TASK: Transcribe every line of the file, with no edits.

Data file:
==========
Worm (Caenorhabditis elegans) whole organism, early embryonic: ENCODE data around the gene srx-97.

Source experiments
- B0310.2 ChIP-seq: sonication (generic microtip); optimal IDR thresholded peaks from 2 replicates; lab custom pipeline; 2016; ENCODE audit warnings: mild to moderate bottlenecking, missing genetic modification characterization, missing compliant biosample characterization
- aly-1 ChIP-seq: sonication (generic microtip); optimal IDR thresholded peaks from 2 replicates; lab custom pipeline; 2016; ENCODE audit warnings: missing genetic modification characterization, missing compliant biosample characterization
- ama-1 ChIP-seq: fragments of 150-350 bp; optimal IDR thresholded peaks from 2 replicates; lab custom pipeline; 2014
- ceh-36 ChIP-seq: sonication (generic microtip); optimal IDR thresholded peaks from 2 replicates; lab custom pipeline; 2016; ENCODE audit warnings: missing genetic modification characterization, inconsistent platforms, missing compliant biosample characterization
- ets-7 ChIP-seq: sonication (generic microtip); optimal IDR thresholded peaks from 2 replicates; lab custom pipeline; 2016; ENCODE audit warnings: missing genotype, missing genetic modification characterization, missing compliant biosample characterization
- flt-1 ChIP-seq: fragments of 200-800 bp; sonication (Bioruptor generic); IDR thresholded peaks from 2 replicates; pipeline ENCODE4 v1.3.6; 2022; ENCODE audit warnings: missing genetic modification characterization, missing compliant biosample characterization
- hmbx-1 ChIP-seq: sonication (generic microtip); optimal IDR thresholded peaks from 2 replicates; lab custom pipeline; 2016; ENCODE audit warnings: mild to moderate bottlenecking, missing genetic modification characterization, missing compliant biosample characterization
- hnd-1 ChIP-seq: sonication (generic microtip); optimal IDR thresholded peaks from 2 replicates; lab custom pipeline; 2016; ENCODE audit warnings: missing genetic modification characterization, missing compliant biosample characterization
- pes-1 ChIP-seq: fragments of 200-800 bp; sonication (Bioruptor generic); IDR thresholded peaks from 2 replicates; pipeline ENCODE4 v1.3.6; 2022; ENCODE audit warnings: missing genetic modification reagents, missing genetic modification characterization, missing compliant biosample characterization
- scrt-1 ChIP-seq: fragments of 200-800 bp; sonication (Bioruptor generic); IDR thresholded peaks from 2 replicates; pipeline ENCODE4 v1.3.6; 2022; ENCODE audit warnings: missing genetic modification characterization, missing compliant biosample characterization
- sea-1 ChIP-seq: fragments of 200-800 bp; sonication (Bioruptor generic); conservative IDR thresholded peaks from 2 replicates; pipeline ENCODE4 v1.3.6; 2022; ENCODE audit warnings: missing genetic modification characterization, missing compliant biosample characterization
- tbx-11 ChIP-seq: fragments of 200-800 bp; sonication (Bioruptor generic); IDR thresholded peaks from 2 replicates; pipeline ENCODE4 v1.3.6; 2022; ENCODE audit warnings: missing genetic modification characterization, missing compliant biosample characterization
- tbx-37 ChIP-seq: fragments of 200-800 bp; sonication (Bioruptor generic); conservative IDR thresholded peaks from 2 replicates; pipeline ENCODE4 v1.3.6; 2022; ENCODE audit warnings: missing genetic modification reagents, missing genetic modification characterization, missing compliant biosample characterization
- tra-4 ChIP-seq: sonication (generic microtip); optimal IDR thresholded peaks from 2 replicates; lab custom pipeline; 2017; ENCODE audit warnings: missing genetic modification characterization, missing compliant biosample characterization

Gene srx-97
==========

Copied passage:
Worm (Caenorhabditis elegans) whole organism, early embryonic: ENCODE data around the gene srx-97.

Source experiments
- B0310.2 ChIP-seq: sonication (generic microtip); optimal IDR thresholded peaks from 2 replicates; lab custom pipeline; 2016; ENCODE audit warnings: mild to moderate bottlenecking, missing genetic modification characterization, missing compliant biosample characterization
- aly-1 ChIP-seq: sonication (generic microtip); optimal IDR thresholded peaks from 2 replicates; lab custom pipeline; 2016; ENCODE audit warnings: missing genetic modification characterization, missing compliant biosample characterization
- ama-1 ChIP-seq: fragments of 150-350 bp; optimal IDR thresholded peaks from 2 replicates; lab custom pipeline; 2014
- ceh-36 ChIP-seq: sonication (generic microtip); optimal IDR thresholded peaks from 2 replicates; lab custom pipeline; 2016; ENCODE audit warnings: missing genetic modification characterization, inconsistent platforms, missing compliant biosample characterization
- ets-7 ChIP-seq: sonication (generic microtip); optimal IDR thresholded peaks from 2 replicates; lab custom pipeline; 2016; ENCODE audit warnings: missing genotype, missing genetic modification characterization, missing compliant biosample characterization
- flt-1 ChIP-seq: fragments of 200-800 bp; sonication (Bioruptor generic); IDR thresholded peaks from 2 replicates; pipeline ENCODE4 v1.3.6; 2022; ENCODE audit warnings: missing genetic modification characterization, missing compliant biosample characterization
- hmbx-1 ChIP-seq: sonication (generic microtip); optimal IDR thresholded peaks from 2 replicates; lab custom pipeline; 2016; ENCODE audit warnings: mild to moderate bottlenecking, missing genetic modification characterization, missing compliant biosample characterization
- hnd-1 ChIP-seq: sonication (generic microtip); optimal IDR thresholded peaks from 2 replicates; lab custom pipeline; 2016; ENCODE audit warnings: missing genetic modification characterization, missing compliant biosample characterization
- pes-1 ChIP-seq: fragments of 200-800 bp; sonication (Bioruptor generic); IDR thresholded peaks from 2 replicates; pipeline ENCODE4 v1.3.6; 2022; ENCODE audit warnings: missing genetic modification reagents, missing genetic modification characterization, missing compliant biosample characterization
- scrt-1 ChIP-seq: fragments of 200-800 bp; sonication (Bioruptor generic); IDR thresholded peaks from 2 replicates; pipeline ENCODE4 v1.3.6; 2022; ENCODE audit warnings: missing genetic modification characterization, missing compliant biosample characterization
- sea-1 ChIP-seq: fragments of 200-800 bp; sonication (Bioruptor generic); conservative IDR thresholded peaks from 2 replicates; pipeline ENCODE4 v1.3.6; 2022; ENCODE audit warnings: missing genetic modification characterization, missing compliant biosample characterization
- tbx-11 ChIP-seq: fragments of 200-800 bp; sonication (Bioruptor generic); IDR thresholded peaks from 2 replicates; pipeline ENCODE4 v1.3.6; 2022; ENCODE audit warnings: missing genetic modification characterization, missing compliant biosample characterization
- tbx-37 ChIP-seq: fragments of 200-800 bp; sonication (Bioruptor generic); conservative IDR thresholded peaks from 2 replicates; pipeline ENCODE4 v1.3.6; 2022; ENCODE audit warnings: missing genetic modification reagents, missing genetic modification characterization, missing compliant biosample characterization
- tra-4 ChIP-seq: sonication (generic microtip); optimal IDR thresholded peaks from 2 replicates; lab custom pipeline; 2017; ENCODE audit warnings: missing genetic modification characterization, missing compliant biosample characterization

Gene srx-97